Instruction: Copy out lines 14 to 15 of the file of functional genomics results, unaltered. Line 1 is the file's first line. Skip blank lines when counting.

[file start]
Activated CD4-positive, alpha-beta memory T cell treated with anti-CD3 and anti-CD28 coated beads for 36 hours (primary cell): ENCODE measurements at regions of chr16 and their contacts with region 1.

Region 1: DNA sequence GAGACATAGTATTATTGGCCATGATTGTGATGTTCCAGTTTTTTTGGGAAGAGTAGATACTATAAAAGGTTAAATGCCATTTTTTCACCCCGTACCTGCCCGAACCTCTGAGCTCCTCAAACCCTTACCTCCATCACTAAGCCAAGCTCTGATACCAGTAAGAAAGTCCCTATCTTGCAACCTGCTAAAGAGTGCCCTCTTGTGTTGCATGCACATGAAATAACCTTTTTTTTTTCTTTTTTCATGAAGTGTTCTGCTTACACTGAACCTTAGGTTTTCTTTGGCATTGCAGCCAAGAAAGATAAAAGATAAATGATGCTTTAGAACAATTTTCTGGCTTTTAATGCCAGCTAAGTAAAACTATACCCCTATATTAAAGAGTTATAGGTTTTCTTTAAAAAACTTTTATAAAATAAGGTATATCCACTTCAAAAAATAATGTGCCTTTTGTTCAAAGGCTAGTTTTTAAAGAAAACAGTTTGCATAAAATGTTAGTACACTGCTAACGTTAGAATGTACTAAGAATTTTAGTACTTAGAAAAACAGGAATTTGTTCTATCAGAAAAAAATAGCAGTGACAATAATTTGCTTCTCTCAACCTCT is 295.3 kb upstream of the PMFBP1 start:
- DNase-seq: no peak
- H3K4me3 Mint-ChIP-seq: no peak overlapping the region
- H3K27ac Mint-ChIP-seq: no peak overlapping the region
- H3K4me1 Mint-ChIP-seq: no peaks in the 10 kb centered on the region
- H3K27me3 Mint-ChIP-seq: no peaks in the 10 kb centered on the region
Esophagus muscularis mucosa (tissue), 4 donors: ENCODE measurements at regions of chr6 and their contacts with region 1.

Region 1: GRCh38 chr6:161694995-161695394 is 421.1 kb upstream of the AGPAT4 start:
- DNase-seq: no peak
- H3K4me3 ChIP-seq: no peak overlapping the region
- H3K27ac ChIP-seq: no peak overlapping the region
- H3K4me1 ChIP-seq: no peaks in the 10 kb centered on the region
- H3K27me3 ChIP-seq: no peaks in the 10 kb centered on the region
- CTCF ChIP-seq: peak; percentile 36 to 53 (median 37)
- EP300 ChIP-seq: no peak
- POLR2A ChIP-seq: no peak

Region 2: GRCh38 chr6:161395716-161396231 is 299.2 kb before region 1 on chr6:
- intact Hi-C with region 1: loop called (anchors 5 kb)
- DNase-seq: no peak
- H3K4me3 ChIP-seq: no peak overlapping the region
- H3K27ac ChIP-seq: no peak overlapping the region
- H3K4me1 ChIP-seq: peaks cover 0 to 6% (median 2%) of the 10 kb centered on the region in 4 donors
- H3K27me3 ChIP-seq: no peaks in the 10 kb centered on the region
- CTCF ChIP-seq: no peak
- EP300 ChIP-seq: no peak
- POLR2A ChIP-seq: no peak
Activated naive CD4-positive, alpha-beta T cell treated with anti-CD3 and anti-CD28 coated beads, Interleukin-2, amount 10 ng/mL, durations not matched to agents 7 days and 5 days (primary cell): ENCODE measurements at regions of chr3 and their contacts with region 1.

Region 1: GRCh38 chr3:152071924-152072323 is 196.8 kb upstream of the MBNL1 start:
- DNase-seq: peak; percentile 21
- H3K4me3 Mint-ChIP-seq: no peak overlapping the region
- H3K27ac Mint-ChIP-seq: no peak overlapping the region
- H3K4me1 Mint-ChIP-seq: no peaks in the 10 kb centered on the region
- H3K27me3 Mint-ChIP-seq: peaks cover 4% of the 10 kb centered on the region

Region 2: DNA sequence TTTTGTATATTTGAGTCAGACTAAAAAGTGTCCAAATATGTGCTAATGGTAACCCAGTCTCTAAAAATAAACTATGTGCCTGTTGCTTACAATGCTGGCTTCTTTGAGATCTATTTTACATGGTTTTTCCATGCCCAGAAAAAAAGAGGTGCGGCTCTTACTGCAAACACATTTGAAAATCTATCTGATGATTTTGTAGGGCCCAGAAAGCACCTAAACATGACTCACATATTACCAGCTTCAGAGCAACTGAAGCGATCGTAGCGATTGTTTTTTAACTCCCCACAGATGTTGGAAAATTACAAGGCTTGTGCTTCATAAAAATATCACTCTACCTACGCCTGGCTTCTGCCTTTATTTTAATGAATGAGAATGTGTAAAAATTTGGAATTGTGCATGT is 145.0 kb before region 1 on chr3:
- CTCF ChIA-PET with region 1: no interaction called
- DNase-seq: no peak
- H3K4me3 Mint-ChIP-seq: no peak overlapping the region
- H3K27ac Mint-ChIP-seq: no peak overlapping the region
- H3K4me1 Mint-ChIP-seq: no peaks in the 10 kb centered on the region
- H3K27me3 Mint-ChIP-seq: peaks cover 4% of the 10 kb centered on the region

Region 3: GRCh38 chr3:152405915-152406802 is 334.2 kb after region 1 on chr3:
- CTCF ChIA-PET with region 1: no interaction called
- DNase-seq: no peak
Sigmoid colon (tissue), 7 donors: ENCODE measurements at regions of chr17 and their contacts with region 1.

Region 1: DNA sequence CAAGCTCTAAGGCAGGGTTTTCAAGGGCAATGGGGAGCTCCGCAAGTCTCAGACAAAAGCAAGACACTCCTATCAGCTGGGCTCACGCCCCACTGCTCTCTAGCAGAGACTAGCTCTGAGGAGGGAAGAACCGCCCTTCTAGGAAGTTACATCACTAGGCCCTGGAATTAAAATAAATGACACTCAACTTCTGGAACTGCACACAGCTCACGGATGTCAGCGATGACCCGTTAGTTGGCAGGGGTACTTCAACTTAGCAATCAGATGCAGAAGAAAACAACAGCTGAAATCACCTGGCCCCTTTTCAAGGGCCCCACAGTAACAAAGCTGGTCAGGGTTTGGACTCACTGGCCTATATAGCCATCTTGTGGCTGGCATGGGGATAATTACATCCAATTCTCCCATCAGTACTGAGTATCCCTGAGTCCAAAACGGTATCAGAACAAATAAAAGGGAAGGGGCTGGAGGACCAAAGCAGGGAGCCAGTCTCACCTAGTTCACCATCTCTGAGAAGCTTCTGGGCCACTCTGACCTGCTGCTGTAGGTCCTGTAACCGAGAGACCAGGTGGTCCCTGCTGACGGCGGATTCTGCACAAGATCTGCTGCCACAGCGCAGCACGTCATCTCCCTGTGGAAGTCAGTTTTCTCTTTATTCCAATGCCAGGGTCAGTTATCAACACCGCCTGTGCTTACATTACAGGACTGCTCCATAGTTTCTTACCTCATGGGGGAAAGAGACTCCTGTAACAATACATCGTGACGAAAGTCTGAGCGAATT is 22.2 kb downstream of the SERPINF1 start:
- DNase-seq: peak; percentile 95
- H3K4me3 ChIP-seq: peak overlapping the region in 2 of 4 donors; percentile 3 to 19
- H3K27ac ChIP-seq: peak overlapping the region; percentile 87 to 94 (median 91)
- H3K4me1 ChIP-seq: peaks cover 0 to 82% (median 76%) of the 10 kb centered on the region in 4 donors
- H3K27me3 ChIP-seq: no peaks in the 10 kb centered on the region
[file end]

- H3K27me3 ChIP-seq: no peaks in the 10 kb centered on the region
- CTCF ChIP-seq: peak; percentile 36 to 53 (median 37)